The Norwegian Nobel Committee that awards the prize had 231 individuals and organizations on its top-secret list, with the laureate to be revealed in Oslo at 11:00am (0900 GMT).
The field of possible winners has long appeared wide open, but by late Thursday Europe had rushed to the forefront of speculation.
The usually well-informed public broadcaster NRK suggested on the eve of the big announcement that the committee this year appeared set to finally hand the prize to the EU, 60 years after the birth of its predecessor, the European Coal and Steel Community, which helped bring peace and stability to a continent freshly ripped apart by war.
The broadcaster also cited the continued struggle for civil rights in former communist Eastern Europe and Mexican Bishop Raul Vera Lopez as top picks, and said it had reason to believe there would be only one laureate this year.
Last year's prize was split between Liberian President Ellen Johnson Sirleaf, her compatriot "peace warrior" Leymah Gbowee and Yemen's Arab Spring activist Tawakkul Karman.
Nobel Committee president Thorbjørn Jagland was as usual vague about who would receive this year's honour, telling the Aftenposten daily only that the five-member jury "made a unanimous decision and it was not especially difficult to reach."
Commercial broadcaster TV2's list of likely picks, also often insightful, was meanwhile topped by American political science professor Gene Sharp for his theories on non-violent struggle that have inspired popular uprisings around the world, including the Arab Spring.
The only name the two broadcasters had in common was surprisingly the EU — membership of which Nobel Peace Prize host country Norway has twice rejected, in 1972 and 1994.
"The European Union is in the middle of one of its worst crises, but perhaps it is precisely now the peace and stabilisation project deserves a hand from the 'no' country Norway?" NRK said.
Former German chancellor Helmut Kohl, a key architect of a united Europe, has been mentioned by other observers as a possible laureate as well.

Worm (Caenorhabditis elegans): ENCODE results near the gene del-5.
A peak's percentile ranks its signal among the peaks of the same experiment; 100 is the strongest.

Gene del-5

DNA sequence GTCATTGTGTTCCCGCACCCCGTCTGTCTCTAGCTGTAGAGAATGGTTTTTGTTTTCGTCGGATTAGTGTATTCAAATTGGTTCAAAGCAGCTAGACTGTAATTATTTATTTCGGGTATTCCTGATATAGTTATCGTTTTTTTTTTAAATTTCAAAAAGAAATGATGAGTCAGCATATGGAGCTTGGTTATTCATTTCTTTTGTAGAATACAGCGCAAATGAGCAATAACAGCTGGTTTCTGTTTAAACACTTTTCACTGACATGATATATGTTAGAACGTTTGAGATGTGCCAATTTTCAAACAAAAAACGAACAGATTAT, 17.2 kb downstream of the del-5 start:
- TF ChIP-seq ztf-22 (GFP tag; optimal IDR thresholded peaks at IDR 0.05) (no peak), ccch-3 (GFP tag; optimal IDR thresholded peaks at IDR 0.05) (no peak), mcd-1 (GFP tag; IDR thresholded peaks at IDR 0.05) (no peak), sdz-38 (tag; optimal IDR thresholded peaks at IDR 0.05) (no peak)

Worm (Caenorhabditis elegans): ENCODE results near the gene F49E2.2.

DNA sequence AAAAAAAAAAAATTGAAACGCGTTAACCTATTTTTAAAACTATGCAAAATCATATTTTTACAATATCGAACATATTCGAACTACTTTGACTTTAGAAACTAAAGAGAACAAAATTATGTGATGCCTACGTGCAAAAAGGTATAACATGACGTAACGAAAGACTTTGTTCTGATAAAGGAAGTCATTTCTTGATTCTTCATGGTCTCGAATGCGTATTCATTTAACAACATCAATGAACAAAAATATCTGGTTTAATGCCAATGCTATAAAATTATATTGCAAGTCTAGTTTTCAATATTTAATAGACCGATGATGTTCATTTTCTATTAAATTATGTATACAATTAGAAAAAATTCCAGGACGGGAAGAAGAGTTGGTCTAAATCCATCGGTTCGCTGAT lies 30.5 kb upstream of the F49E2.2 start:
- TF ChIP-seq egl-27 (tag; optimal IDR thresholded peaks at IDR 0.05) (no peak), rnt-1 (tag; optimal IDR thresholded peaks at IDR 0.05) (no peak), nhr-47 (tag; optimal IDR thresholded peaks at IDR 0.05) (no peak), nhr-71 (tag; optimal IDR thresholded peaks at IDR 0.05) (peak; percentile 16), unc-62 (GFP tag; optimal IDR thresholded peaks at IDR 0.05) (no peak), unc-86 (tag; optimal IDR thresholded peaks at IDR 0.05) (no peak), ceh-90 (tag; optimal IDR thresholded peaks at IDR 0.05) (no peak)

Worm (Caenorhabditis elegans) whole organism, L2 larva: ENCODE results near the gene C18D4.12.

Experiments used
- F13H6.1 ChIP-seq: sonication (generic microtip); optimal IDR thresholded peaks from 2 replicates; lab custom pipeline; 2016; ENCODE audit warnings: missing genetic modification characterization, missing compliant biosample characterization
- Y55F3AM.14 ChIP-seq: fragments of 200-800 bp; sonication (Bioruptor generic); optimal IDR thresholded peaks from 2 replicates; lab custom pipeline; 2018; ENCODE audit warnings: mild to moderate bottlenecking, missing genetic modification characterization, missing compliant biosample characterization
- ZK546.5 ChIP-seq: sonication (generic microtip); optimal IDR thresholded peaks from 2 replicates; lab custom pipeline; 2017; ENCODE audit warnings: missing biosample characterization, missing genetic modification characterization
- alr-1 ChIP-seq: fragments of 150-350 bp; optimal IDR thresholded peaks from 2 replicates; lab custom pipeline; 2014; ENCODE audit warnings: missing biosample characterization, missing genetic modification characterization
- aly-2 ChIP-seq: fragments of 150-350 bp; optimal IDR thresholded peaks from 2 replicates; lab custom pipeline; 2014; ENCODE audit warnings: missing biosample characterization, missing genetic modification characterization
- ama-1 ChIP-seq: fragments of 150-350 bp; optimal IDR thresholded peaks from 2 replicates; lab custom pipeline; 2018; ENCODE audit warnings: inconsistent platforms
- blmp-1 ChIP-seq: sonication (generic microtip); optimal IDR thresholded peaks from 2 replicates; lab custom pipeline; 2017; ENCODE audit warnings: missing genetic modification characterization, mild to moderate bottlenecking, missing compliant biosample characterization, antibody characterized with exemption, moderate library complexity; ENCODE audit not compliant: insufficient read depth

Committee president Jagland is also the secretary general of the Council of Europe and a fervent supporter of the 27-nation bloc, but recent polls show nearly three-quarters of Norwegians are opposed to their country joining the EU.
If the Nobel winds blow towards eastern Europe this year, prize watchers suggest that Belarus human rights activist Ales Belyatsky, sentenced to four and a half years in a prison camp after what the EU decried as a "political trial," would be a likely pick.
A number of activists from Russia also figure among the most widely predicted to pocket the prize, including 85-year-old Lyudmila Alekseyeva, who has spent the past half-century defending human rights in the Soviet Union and in Russia.
Human rights group Memorial and one of its key figures, Svetlana Gannushkina, were also mentioned among possible Russian winners, as was Moscow Echo Radio, described by some as the last bastion of free media in the country, and its chief editor Alexei Venediktov.
Twenty years after the Nobel Peace Prize last went to Latin America, when Guatamalan Rigoberta Menchu took the 1992 honour, NRK also hinted the nod could go to Mexican Bishop Lopez, who has defended the most vulnerable in a Mexico caught in a bloody struggle between drug cartels and the military.
The winner or winners will receive the prize, consisting of a Nobel diploma, a gold medal and 8.0 million Swedish kronor ($1.2 million), at a ceremony in Oslo on December 10th, the anniversary of Swedish industrialist and prize creator Alfred Nobel's death.